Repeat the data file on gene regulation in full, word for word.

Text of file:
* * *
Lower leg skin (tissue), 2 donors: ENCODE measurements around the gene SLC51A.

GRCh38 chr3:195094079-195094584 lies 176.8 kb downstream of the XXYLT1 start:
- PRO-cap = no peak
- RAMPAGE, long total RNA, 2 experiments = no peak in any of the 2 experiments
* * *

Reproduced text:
Lower leg skin (tissue), 2 donors: ENCODE measurements around the gene SLC51A.

GRCh38 chr3:195094079-195094584 lies 176.8 kb downstream of the XXYLT1 start:
- PRO-cap = no peak
- RAMPAGE, long total RNA, 2 experiments = no peak in any of the 2 experiments